You and I have been working with it for a long time, but something that always goes through with it is the book is nice because it’s a strong framework for how to build out your marketing and not in a way that it feels like it’s overwhelming or taking on more projects. It feels like it’s a natural progression into how you’re running your business.
I certainly hope so. The idea here is to try and help empower people to have a good understanding of each of those phases of that life cycle so that they can take small steps. One of the things that we talk about a lot is the idea of eating the whole elephant or trying to go for a touchdown on every play. Ultimately, every journey starts with a step, and the next step of that journey is the second step. You don’t have to travel that entire distance at one time.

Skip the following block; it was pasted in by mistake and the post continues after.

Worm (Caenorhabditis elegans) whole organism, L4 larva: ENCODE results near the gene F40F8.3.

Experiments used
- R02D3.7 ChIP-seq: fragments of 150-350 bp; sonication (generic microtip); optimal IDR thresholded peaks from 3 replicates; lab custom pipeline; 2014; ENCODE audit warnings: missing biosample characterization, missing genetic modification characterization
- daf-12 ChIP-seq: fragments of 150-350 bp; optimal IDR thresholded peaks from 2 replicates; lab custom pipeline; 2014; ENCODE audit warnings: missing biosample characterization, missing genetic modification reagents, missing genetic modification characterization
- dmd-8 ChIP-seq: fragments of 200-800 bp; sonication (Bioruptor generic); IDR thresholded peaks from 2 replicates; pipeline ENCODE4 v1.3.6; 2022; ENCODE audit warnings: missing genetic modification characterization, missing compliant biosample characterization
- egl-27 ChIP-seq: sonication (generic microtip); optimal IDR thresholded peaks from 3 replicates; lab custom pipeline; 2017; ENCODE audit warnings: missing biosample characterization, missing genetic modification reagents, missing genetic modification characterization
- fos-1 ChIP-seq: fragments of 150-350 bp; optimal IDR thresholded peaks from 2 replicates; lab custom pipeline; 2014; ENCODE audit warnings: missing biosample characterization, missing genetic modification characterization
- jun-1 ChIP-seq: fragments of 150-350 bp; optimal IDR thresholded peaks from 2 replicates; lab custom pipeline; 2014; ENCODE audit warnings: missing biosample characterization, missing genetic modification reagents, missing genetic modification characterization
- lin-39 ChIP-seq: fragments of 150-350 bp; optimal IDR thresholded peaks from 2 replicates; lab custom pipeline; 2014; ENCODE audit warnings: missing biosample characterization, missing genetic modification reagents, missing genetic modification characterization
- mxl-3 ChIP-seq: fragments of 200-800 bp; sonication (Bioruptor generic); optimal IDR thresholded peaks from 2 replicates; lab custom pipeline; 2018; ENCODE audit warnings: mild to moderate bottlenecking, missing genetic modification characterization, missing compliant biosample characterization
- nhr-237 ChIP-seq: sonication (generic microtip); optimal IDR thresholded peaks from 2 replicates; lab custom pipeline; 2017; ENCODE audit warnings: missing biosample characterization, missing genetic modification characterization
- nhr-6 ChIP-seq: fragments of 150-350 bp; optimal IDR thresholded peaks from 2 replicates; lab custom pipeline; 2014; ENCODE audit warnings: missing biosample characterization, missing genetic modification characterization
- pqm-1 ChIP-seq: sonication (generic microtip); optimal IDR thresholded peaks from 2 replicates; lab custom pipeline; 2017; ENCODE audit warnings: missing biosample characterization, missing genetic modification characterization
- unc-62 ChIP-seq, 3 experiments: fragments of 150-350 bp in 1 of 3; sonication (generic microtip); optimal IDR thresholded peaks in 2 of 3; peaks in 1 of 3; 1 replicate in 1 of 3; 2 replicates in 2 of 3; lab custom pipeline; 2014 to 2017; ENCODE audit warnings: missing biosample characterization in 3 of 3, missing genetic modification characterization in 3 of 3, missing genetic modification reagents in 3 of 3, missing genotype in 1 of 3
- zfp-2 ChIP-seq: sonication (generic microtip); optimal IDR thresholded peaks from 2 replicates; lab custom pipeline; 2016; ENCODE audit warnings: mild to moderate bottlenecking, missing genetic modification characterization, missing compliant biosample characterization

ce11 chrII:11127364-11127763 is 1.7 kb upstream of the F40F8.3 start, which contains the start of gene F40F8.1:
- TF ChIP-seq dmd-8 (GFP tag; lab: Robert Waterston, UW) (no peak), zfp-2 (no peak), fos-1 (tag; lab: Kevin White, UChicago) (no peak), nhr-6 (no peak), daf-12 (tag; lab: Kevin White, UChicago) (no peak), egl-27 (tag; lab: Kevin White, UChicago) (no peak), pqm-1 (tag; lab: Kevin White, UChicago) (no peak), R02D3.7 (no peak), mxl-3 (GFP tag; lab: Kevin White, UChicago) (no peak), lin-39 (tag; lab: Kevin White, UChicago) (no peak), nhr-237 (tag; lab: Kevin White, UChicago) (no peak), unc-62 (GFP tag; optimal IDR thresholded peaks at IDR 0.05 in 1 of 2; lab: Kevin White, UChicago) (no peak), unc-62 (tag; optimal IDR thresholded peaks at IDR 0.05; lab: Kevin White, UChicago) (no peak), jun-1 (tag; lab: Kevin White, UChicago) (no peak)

People get a little bit overwhelmed by marketing by thinking about all of the things that are going to need to be put into play, starting from that connection or that attraction all the way through to that inspire. It becomes daunting if you try and wrap your arms around that entire package at once. This book’s all about being able to slow down and take small steps and have some actionable activities that one can take to help people build stronger relationships in each of those phases.
Where did this book originally come from? This seems like a well-thought-out process and stuff. Obviously, this has been on your mind for a long time.
We’ve done a lot of work in the for-profit space as well as the nonprofit space. The idea of this came from a series of blog posts that we published several years ago that was geared toward this idea of a marketing funnel. That felt like it worked well in the for-profit space, but there was something that wasn’t quite right in the nonprofit space. What was interesting is that, and you helped me with this, we discovered through some analytics assessment that there were some blog posts that we had written back in 2016 or 2015, even that we’re still getting a lot of traction. By original idea was, “Why don’t we take these posts and make sure that they’re up to snuff and repackage them as one long-form booklet?”